Of course this strategy won’t work with the 1000 or so yeast genes that are essential—the yeast dies when these are knocked out. For these genes, the researchers used temperature sensitive mutations under conditions where the gene is tweaked but not dead.
What they were looking for were combinations that did either better or worse than you might predict based upon each individual deletion on its own. And they found plenty.
They generated 23 million of these double knockout yeast (Yes, you read that right!) and found ~550,000 negative interactions and ~350,000 positive interactions—a huge amount of data about the inner workings of a cell. The next step was to take all of this data and try to make sense of it.
They did this by clustering the genes together based on who was interacting with whom. If deleting gene A with either gene B or gene C had a larger negative effect than expected, then these three genes were clustered together. And if deleting gene A had an effect on gene D, but deleting gene B or C did not have an effect on D, then A was involved in both a cluster with B and C as well as a separate cluster with D. Now repeat this over and over thousands and thousands of times.
When they did this, many things about living cells quickly came into focus. I only have the space to touch on a few.
First off, while negative interactions usually happened between genes in the same biological processes or in the same subcellular compartments, the same was not true for the positive interactions. These were much more spread out and often genes like chaperones.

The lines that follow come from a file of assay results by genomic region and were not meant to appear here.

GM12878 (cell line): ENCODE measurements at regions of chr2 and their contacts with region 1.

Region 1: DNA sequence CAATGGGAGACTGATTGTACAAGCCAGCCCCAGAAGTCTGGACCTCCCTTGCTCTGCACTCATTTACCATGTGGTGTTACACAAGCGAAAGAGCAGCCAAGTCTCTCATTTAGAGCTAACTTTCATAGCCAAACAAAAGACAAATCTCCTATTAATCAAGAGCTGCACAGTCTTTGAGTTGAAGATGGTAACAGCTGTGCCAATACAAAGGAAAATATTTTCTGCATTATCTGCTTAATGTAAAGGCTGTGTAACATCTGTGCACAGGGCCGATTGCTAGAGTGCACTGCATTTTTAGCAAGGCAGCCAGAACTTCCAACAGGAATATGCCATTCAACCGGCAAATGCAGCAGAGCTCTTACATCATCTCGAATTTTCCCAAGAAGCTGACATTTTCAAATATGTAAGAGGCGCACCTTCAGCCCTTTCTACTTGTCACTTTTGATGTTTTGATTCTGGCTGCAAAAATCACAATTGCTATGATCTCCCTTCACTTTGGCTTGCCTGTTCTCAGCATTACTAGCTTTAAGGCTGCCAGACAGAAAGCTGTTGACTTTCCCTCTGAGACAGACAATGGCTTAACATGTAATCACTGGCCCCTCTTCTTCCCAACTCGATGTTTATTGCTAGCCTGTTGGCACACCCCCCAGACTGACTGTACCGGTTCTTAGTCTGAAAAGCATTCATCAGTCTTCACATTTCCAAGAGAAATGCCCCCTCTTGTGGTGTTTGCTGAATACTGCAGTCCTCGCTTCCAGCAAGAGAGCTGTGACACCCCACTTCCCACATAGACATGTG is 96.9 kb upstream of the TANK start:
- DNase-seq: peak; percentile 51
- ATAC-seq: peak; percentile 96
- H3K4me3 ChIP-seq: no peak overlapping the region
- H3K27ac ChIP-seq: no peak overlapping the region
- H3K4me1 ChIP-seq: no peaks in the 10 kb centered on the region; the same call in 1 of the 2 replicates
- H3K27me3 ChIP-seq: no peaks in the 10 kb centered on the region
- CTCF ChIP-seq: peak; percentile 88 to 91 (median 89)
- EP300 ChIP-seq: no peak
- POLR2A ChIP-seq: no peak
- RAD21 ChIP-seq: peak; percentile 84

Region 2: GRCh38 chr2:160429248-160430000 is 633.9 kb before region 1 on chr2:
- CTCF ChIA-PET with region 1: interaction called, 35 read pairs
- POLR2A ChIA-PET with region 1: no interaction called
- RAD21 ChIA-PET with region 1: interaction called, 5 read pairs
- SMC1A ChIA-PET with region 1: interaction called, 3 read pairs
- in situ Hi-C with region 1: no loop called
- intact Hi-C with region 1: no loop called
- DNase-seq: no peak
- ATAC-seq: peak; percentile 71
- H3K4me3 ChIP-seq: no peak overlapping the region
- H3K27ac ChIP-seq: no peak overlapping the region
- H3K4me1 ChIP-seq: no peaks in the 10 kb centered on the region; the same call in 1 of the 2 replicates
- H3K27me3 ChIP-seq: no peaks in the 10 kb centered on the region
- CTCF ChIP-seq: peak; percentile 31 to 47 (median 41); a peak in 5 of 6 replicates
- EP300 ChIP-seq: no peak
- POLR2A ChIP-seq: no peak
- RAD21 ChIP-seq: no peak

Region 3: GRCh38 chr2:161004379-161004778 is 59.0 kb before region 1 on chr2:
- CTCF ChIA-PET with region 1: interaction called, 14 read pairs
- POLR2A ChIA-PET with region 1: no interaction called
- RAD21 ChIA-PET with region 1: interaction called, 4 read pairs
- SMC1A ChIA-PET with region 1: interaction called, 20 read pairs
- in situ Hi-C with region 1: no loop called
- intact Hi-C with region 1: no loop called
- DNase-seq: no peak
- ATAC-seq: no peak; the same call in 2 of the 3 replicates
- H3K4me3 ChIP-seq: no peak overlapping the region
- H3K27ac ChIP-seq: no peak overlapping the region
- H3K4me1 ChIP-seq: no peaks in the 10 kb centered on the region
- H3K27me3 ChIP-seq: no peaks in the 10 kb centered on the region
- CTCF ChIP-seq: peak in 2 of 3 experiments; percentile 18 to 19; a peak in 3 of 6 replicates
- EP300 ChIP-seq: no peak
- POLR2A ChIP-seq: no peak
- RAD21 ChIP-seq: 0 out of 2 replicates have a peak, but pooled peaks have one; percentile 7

They also found about 1000 genes that weren’t involved with many other genes at all. These are most likely genes that would show more interactions under different growth conditions. For example, deleting a gene critical for utilizing galactose might not show a lot of interactions if a cell is grown in glucose. Repeating this experiment under different conditions will probably uncover where these genes fit in.
This is just a taste of what they found and of what is to come in the next few years. Here is a bit more:
Finding Out What a Gene Does
You’d think having a genome sequence for over 20 years might mean you’d pretty much know what all those genes are doing, but you’d be wrong.
There are still plenty of genes in yeast with unknown function. This kind of study can help uncover what a gene might be doing by seeing which genes it clusters together with. If gene X is clustered with known DNA repair genes, it is probably involved in something to do with DNA.
One such gene they looked at in this study was YJR141W. Not a lot was known about this gene other than it was essential.